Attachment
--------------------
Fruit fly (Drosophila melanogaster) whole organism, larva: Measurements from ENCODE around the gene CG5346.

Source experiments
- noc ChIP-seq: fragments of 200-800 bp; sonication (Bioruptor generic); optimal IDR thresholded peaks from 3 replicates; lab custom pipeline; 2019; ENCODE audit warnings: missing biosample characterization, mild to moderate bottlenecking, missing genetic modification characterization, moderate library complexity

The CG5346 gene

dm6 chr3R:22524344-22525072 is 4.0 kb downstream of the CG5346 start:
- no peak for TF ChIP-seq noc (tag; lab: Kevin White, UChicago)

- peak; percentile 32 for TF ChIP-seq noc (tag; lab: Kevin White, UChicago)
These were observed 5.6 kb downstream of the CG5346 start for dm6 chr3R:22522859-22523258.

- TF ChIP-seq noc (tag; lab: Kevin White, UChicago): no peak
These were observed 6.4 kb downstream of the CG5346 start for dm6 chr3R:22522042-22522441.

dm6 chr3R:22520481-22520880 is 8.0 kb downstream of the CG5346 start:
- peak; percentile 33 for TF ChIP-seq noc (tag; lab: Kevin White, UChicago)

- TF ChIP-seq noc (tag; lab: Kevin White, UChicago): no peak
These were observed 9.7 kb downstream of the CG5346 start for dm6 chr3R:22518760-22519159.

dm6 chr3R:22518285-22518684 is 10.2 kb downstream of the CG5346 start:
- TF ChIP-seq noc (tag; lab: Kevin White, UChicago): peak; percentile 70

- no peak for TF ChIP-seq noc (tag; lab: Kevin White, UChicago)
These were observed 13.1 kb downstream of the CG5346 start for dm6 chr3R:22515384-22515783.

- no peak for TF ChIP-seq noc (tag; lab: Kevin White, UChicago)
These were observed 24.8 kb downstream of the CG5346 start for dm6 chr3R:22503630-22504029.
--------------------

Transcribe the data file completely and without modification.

Fruit fly (Drosophila melanogaster) whole organism, larva: Measurements from ENCODE around the gene CG5346.

Source experiments
- noc ChIP-seq: fragments of 200-800 bp; sonication (Bioruptor generic); optimal IDR thresholded peaks from 3 replicates; lab custom pipeline; 2019; ENCODE audit warnings: missing biosample characterization, mild to moderate bottlenecking, missing genetic modification characterization, moderate library complexity

The CG5346 gene

dm6 chr3R:22524344-22525072 is 4.0 kb downstream of the CG5346 start:
- no peak for TF ChIP-seq noc (tag; lab: Kevin White, UChicago)

- peak; percentile 32 for TF ChIP-seq noc (tag; lab: Kevin White, UChicago)
These were observed 5.6 kb downstream of the CG5346 start for dm6 chr3R:22522859-22523258.

- TF ChIP-seq noc (tag; lab: Kevin White, UChicago): no peak
These were observed 6.4 kb downstream of the CG5346 start for dm6 chr3R:22522042-22522441.

dm6 chr3R:22520481-22520880 is 8.0 kb downstream of the CG5346 start:
- peak; percentile 33 for TF ChIP-seq noc (tag; lab: Kevin White, UChicago)

- TF ChIP-seq noc (tag; lab: Kevin White, UChicago): no peak
These were observed 9.7 kb downstream of the CG5346 start for dm6 chr3R:22518760-22519159.

dm6 chr3R:22518285-22518684 is 10.2 kb downstream of the CG5346 start:
- TF ChIP-seq noc (tag; lab: Kevin White, UChicago): peak; percentile 70

- no peak for TF ChIP-seq noc (tag; lab: Kevin White, UChicago)
These were observed 13.1 kb downstream of the CG5346 start for dm6 chr3R:22515384-22515783.

- no peak for TF ChIP-seq noc (tag; lab: Kevin White, UChicago)
These were observed 24.8 kb downstream of the CG5346 start for dm6 chr3R:22503630-22504029.